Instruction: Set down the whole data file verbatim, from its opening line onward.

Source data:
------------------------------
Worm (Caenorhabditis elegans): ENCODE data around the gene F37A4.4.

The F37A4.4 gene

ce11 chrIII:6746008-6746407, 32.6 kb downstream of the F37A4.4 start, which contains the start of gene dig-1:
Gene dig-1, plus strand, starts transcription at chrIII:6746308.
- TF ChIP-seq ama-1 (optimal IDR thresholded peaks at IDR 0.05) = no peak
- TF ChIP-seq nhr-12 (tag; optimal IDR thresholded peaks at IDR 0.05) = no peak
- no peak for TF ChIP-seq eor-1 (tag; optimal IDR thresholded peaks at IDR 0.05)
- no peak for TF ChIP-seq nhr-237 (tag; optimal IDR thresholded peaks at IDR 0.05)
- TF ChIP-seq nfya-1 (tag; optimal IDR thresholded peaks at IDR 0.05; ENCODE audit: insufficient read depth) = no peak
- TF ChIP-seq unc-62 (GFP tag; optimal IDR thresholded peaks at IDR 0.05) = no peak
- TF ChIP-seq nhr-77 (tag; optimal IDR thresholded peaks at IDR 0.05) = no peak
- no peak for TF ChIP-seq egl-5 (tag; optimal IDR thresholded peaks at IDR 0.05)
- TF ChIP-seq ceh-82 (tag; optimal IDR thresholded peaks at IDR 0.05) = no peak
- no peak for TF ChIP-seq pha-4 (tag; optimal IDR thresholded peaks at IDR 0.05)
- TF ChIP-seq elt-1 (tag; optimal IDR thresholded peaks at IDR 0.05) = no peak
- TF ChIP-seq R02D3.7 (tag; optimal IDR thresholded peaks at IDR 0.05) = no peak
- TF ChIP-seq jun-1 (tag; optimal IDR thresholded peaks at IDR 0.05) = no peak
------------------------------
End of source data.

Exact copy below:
Worm (Caenorhabditis elegans): ENCODE data around the gene F37A4.4.

The F37A4.4 gene

ce11 chrIII:6746008-6746407, 32.6 kb downstream of the F37A4.4 start, which contains the start of gene dig-1:
Gene dig-1, plus strand, starts transcription at chrIII:6746308.
- TF ChIP-seq ama-1 (optimal IDR thresholded peaks at IDR 0.05) = no peak
- TF ChIP-seq nhr-12 (tag; optimal IDR thresholded peaks at IDR 0.05) = no peak
- no peak for TF ChIP-seq eor-1 (tag; optimal IDR thresholded peaks at IDR 0.05)
- no peak for TF ChIP-seq nhr-237 (tag; optimal IDR thresholded peaks at IDR 0.05)
- TF ChIP-seq nfya-1 (tag; optimal IDR thresholded peaks at IDR 0.05; ENCODE audit: insufficient read depth) = no peak
- TF ChIP-seq unc-62 (GFP tag; optimal IDR thresholded peaks at IDR 0.05) = no peak
- TF ChIP-seq nhr-77 (tag; optimal IDR thresholded peaks at IDR 0.05) = no peak
- no peak for TF ChIP-seq egl-5 (tag; optimal IDR thresholded peaks at IDR 0.05)
- TF ChIP-seq ceh-82 (tag; optimal IDR thresholded peaks at IDR 0.05) = no peak
- no peak for TF ChIP-seq pha-4 (tag; optimal IDR thresholded peaks at IDR 0.05)
- TF ChIP-seq elt-1 (tag; optimal IDR thresholded peaks at IDR 0.05) = no peak
- TF ChIP-seq R02D3.7 (tag; optimal IDR thresholded peaks at IDR 0.05) = no peak
- TF ChIP-seq jun-1 (tag; optimal IDR thresholded peaks at IDR 0.05) = no peak